The question before us … is not whether to punish Kavanaugh or whether to assign liability to him. It’s whether to bestow on him an immense honor that comes with great power. Kavanaugh is applying for a much-coveted job. And the burden of convincing in such situations always lies with the applicant. The standard for elevation to the nation’s highest court is not that the nominee established a “reasonable doubt” that the serious allegations against him were true.
A more interesting question than who bears the burden of proof is what that burden is. Lawyers like to think in terms of known standards of evidence: the reasonable doubt standard in criminal cases, clear and convincing evidence or the preponderance of the evidence in differing civil contexts. There is no known standard of evidence applicable here. Realistically, senators make up their own standard, and decide whether Kavanaugh has satisfied it. For most senators, in fact, there’s no standard of evidence at all, for their support for or opposition to him does not depend on the evidence. It is ideological in character.
But there’s another standard of evidence at work, the one inside Kavanaugh’s heart and head, the one which if he cannot meet, he acknowledges his own service to be less than viable. I can imagine two operative standards for a nominee in Kavanaugh’s shoes. One is what we might call the minimally convincing standard—which we can loosely define as a showing just powerful enough to align the few uncommitted Republicans with the already-declared Republicans and thus assure confirmation.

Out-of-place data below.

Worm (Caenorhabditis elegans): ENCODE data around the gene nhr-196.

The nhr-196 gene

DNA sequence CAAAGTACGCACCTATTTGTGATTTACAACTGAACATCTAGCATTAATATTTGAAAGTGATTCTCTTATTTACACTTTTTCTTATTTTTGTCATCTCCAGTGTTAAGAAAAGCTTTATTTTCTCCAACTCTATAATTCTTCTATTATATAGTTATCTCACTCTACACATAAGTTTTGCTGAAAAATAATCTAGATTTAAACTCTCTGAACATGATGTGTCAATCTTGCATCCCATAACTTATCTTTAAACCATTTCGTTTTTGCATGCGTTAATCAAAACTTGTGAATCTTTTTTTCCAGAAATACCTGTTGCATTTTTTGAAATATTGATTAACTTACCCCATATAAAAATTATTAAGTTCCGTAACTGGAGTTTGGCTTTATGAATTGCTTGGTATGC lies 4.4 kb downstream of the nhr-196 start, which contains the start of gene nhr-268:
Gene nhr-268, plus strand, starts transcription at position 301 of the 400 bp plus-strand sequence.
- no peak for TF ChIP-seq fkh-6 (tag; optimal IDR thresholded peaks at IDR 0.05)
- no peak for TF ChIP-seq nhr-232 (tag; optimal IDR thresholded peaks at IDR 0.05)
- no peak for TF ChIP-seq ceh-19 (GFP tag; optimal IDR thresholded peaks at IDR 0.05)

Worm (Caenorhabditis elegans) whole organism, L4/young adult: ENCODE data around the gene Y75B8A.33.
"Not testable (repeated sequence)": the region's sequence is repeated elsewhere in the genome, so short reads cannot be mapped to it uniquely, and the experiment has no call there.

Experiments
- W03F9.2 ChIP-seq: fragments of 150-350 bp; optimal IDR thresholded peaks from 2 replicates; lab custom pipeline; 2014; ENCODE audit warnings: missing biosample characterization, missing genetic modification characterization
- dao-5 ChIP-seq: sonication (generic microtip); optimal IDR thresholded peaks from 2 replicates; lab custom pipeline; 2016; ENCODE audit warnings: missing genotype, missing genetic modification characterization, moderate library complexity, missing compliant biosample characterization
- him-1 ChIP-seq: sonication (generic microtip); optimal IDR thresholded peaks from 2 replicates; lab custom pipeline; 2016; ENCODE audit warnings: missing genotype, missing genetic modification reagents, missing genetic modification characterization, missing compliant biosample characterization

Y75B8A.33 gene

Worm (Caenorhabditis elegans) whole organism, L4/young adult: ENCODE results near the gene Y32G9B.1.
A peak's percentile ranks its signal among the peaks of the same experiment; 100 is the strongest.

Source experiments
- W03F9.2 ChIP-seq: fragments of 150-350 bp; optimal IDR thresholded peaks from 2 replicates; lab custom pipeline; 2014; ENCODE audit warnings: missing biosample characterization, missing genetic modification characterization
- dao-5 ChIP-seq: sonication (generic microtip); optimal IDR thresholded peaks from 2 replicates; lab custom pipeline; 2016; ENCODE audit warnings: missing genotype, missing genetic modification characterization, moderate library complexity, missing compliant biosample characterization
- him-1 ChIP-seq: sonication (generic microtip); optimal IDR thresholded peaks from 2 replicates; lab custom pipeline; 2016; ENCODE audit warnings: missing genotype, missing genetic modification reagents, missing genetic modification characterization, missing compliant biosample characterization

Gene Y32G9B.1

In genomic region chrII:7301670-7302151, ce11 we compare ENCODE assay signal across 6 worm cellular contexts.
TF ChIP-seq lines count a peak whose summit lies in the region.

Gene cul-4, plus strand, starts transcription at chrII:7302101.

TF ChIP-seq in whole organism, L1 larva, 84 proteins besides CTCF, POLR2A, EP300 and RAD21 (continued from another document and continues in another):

The other let’s call the no-asterisks standard—that is, a showing sufficiently powerful that a reasonable person will not spend the years of Kavanaugh’s service mentally doubting his integrity or fitness for the role he is playing. It is a showing sufficient for a reasonable pro-choice woman to believe it legitimate—if not desirable—for Kavanaugh to sit on a case reconsidering Roe v. Wade, or for a sexual-assault victim, whatever she may think of his views, to believe it legitimate for him to hear her appeal.
It is possible to imagine Kavanaugh’s confirmation taking place in the space between these two standards. It is possible to imagine his testimony shoring up support among those who want to support him but leaving everyone else with real doubt. This would be, in my view, a disaster for anyone who believes in apolitical courts. And it is not what Kavanaugh should want. Clearing one’s name sufficiently to convince only senators who are already ideologically aligned is not, in fact, clearing one’s name. It’s winning. And while winning may be the highest value for Trump, it isn’t actually the highest value—particularly for a justice. [Continue reading…]